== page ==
The so-called Houthi Ministry of Health has issued a directive banning the use of birth control methods in areas under their control, claiming that such methods don’t go with the Islamic identity.
Minister of Public Health and Population in the internationally unrecognized government of Houthis, Taha Al Motawkel, issued a directive last week prohibiting existing birth control methods in Houthi-controlled areas.
“The Ministry has made a new policy that suits our customs and Islamic identity,” he said in the directive.
The Houthi move was criticized by Yemeni and non-Yemeni human rights activists and researchers.
“After segregating society & turning schools into indoctrination & child recruitment camps, Houthis now want to turn women into baby making machines,” Nadwa Dawsari, a conflict analyst, said in a Tweeter post. “They are preparing for their holy war.”
Katherine Zimmerman, who is an advisor to Critical Threats, commented on the Houthi move, saying they continue to march “toward theocracy, restricting women’s rights and indoctrinating children.”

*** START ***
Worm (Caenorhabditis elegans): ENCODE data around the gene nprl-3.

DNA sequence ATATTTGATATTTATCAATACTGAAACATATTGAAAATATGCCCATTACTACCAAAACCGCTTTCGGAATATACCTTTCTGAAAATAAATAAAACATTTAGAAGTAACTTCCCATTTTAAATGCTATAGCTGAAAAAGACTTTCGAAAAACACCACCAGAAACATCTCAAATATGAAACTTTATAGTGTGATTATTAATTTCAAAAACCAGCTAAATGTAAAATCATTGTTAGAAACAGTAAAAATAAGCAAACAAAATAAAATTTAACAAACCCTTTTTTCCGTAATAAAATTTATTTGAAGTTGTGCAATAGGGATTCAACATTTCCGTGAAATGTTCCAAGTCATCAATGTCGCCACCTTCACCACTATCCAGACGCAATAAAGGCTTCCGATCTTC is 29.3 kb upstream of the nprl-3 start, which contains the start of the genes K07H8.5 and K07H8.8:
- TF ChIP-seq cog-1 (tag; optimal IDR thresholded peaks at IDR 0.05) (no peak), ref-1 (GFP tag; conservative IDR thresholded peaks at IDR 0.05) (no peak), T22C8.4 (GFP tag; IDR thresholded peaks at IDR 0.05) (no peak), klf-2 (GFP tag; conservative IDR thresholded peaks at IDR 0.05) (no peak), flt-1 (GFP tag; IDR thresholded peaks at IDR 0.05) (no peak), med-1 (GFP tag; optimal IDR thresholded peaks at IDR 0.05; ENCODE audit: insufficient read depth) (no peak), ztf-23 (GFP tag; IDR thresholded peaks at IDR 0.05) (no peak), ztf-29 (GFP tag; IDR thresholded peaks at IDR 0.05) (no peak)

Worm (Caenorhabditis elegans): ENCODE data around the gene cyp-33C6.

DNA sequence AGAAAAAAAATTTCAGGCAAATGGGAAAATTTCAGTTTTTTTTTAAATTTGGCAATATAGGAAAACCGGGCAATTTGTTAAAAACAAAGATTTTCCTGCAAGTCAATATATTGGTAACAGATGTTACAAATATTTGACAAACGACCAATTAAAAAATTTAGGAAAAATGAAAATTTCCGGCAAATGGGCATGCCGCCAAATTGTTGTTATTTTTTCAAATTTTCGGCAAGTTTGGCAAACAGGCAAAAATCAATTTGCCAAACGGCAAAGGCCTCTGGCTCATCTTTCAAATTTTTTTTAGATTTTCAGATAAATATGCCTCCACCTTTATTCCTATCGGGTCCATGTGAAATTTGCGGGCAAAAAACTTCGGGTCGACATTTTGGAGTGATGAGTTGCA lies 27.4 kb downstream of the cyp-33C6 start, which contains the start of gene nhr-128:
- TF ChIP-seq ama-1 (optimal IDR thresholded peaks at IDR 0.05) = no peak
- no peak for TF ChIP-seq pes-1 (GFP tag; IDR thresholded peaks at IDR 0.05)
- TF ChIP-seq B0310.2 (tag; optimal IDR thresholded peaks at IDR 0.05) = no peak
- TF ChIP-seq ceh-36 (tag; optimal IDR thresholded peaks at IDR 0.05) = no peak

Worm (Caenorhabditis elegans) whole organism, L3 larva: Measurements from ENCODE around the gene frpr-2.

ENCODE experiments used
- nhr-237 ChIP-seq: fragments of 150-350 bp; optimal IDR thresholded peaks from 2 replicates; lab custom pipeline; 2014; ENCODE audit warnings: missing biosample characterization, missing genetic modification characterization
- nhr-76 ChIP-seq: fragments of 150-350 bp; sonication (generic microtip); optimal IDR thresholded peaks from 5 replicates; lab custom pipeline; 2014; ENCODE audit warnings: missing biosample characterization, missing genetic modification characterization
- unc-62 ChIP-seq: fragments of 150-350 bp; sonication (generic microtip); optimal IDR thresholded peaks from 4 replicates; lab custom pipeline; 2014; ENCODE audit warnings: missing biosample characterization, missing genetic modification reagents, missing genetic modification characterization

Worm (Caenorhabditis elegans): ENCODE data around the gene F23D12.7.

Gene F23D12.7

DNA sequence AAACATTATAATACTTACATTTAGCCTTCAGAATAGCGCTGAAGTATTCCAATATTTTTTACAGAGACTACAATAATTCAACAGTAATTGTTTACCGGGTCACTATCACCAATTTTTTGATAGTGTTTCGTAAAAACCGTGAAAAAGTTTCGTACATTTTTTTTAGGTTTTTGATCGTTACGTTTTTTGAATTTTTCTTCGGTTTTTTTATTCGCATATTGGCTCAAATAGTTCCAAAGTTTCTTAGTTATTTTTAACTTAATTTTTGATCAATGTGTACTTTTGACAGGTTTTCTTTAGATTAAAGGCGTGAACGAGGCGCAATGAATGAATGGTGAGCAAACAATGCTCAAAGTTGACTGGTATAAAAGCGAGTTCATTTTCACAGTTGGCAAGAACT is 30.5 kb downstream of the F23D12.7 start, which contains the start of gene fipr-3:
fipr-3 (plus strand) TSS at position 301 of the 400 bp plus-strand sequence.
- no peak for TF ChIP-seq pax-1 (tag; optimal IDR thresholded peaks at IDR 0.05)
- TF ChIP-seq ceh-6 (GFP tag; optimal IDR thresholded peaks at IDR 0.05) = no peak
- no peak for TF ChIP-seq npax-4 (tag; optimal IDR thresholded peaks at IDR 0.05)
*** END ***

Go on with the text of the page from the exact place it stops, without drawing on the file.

According to Zimmerman, the Houthi move is one of many human rights violations committed by Houthis that often “go underreported in international press.”
Since late 2014 when the Iran-backed Houthi militia overran the Yemeni capital, Sana’a, and ousted the internationally recognized government, Yemen became the world’s worst humanitarian crisis in modern history where two-thirds of the nation, according to the UN, are in need of humanitarian assistance.